Sean worked at Penn State Law’s Entrepreneur Assistance Clinic while in law school, and he plans to focus on transactional business and estate planning at Strobl Sharp. “I enjoy working in estate planning because it’s very personal and individualized, and it is a great feeling to help and get to know the people,” he said. He’ll also continue to work in sports law—representing professional athletes in endeavors like NFL draft preparation, contract negotiation, and marketing and branding—which he became interested in while playing football at Cornell.

Feel free to reach out if you have any life updates or updates about your classmates. Until next time, follow us at the Class of 2018 Instagram (@cornell_2018) for more news! ❖ Stephanie Yan, Online news form.


“We have been working with the US Space Force for the last year, helping them automate detection of new unknown events in low-earth orbit and automate performance monitoring of radar without any labeled data,” writes Chetan Velivela, co-founder of All Vision Technologies. “We just started working with some commercial clients to help them detect fraud, market changes, and more.”

Vini Tripathii is the founder of startup Invictus BCI. “Our mission is to create a non-invasive and affordable neuroprosthetic brain-control interface so that amputees can control their prosthetic hand just like their real hand,” she writes. “This will tremendously improve quality of life and independence, and decrease the medical problems that come with overusing the contralateral limb. We recently received the Cornell Tech Open Studio 2020 Award and are also winners of the MIT Pear Award.”

Please take a moment to send us your news! What are you doing for work and for fun? Did you pick up any interesting quarantine hobbies? How has the pandemic impacted you? We’d love to keep in touch. ❖ Class of 2019, c/o Alexandra Bond ’12, Online news form.

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From competing in the Olympics to launching nonprofits, the Class of 2020 continues to inspire! In recent news, Taylor Knibb is one of five Cornellians competing in the Olympic Games in Tokyo, and she’s the youngest in US Olympic Triathlon Team history. According to the Cornell Chronicle, Taylor was part of the Big Red track and field and cross country teams and studied Psychology at Cornell. In an interview with the Cornell Daily Sun in 2018, she explained that her days at Cornell usually consisted of “waking up before dawn for a morning swim practice, attending classes, and then running around ten miles afterward in cross country practice, before getting to dinner and homework.” All that hard work paid off, and Taylor automatically qualified for the Olympics by winning the World Triathlon Championship Series race in May. “I was very, very excited, but I was more excited to put together a race that I was happy with, and everything that came with it—the win, the qualification—was very overwhelming,” she told the Washington Times. Go, Taylor—we’re all rooting for you!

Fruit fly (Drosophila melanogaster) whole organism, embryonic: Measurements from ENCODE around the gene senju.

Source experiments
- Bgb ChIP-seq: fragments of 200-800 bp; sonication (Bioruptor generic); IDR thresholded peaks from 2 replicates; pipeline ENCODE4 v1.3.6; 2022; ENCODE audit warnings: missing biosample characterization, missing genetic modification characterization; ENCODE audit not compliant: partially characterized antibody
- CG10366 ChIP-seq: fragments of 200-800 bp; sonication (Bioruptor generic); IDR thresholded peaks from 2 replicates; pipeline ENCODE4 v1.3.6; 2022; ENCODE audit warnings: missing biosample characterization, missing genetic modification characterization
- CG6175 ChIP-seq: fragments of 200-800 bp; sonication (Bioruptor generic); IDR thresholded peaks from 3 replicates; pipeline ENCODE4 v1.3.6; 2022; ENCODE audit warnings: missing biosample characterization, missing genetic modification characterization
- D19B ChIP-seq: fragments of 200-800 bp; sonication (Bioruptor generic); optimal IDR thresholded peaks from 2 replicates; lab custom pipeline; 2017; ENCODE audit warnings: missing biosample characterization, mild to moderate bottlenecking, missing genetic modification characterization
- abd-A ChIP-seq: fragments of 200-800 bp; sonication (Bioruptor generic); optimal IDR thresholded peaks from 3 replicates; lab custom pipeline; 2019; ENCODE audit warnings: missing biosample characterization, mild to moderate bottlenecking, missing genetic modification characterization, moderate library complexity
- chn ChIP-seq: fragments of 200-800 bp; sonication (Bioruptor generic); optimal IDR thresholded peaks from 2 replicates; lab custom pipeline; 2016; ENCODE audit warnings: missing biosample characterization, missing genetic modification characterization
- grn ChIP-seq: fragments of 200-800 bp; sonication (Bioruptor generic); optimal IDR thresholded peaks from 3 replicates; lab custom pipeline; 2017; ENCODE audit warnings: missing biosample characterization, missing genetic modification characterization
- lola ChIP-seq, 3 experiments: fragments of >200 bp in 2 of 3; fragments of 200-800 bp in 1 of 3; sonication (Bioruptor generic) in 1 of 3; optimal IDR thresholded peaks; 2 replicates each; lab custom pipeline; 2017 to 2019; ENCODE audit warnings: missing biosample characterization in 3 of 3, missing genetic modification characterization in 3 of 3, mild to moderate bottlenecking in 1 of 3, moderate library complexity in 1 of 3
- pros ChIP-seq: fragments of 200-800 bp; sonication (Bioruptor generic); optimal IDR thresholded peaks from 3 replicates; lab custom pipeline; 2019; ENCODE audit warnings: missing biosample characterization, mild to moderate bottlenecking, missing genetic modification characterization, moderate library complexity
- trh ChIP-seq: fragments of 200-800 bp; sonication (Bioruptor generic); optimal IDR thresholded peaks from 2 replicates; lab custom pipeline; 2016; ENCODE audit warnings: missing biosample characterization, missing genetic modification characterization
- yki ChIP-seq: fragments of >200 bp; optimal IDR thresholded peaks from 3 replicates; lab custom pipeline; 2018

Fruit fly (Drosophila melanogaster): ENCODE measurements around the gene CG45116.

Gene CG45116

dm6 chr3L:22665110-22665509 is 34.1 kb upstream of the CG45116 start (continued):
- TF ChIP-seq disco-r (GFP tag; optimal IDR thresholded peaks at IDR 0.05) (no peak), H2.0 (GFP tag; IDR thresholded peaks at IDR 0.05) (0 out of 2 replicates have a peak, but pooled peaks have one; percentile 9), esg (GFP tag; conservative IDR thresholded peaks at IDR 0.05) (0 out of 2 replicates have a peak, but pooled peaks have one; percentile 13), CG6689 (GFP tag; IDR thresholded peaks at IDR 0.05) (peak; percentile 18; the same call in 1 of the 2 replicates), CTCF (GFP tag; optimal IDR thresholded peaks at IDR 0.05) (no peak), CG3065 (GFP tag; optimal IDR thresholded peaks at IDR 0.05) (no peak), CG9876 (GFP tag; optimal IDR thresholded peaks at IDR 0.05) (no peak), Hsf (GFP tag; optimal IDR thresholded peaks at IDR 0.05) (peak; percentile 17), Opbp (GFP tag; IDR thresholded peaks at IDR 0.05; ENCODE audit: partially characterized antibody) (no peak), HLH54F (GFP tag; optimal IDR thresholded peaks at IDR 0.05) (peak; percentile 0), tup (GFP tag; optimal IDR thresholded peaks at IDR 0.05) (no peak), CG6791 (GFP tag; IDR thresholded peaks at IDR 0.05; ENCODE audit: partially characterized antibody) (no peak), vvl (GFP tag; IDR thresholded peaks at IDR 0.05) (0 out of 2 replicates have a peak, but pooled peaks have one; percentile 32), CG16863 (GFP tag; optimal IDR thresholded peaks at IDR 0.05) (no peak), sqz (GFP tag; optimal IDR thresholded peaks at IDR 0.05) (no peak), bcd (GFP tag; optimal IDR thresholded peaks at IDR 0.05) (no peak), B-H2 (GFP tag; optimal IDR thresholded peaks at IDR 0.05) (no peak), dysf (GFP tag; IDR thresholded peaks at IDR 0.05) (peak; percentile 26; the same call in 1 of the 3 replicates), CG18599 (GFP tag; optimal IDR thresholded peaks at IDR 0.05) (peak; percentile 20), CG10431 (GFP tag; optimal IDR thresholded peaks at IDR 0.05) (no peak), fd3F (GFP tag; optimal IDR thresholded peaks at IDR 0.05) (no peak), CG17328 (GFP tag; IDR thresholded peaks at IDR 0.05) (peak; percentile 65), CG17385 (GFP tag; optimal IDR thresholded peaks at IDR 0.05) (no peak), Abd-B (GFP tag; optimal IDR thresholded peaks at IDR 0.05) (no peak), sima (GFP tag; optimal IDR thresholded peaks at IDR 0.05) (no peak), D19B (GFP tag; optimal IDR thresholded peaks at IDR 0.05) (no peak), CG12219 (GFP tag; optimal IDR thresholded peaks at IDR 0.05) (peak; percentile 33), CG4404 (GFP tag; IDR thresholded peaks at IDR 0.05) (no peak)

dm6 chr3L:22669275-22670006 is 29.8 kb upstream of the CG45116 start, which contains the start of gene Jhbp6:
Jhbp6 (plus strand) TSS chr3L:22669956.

Jehron Petty was featured in a blog for the Center for Regional Economic Advancement (CREA) at Cornell for launching a nonprofit the day after Commencement. ColorStack’s mission is “to increase the number of Black, Latinx, and Native American college students in computing through community building and career development.” At Cornell, Jehron was the co-president of Underrepresented Minorities in Computing at Cornell (URMC), and ColorStack has already connected over 1,000 members in the online community. “During my first internship, I was the only Black intern at the office where I was employed, on top of being one of the only Black students in my Engineering and Computer Science classes at Cornell, so I realized that underrepresentation was going to be an ongoing theme,” he said. Good luck in this new venture, Jehron!

Looking forward to the upcoming Homecoming festivities in September, when we can properly celebrate the Class of 2020 in person (better late than never)! In the meanwhile, please share your news by submitting it here or sending an email to: ❖ Shruti Juneja,

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Grad Notes

Arts & Sciences

Elizabeth Kier, MA ’88, PhD ’92, has a new book out from Cornell University Press this summer. “War and Democracy: Labor and the Politics of Peace re-examines the effects of war on domestic politics by focusing on how wartime states either negotiate with or coerce organized labor, policies that profoundly affect labor’s beliefs and aspirations,” reads the book’s description. “Because labor unions frequently play a central role in advancing democracy and narrowing inequalities, their wartime interactions with the state can have significant consequences for postwar politics.” Elizabeth is a professor in the Dept. of Political Science at the U. of Washington. She specializes in international relations with an emphasis on international security and civil-military relations.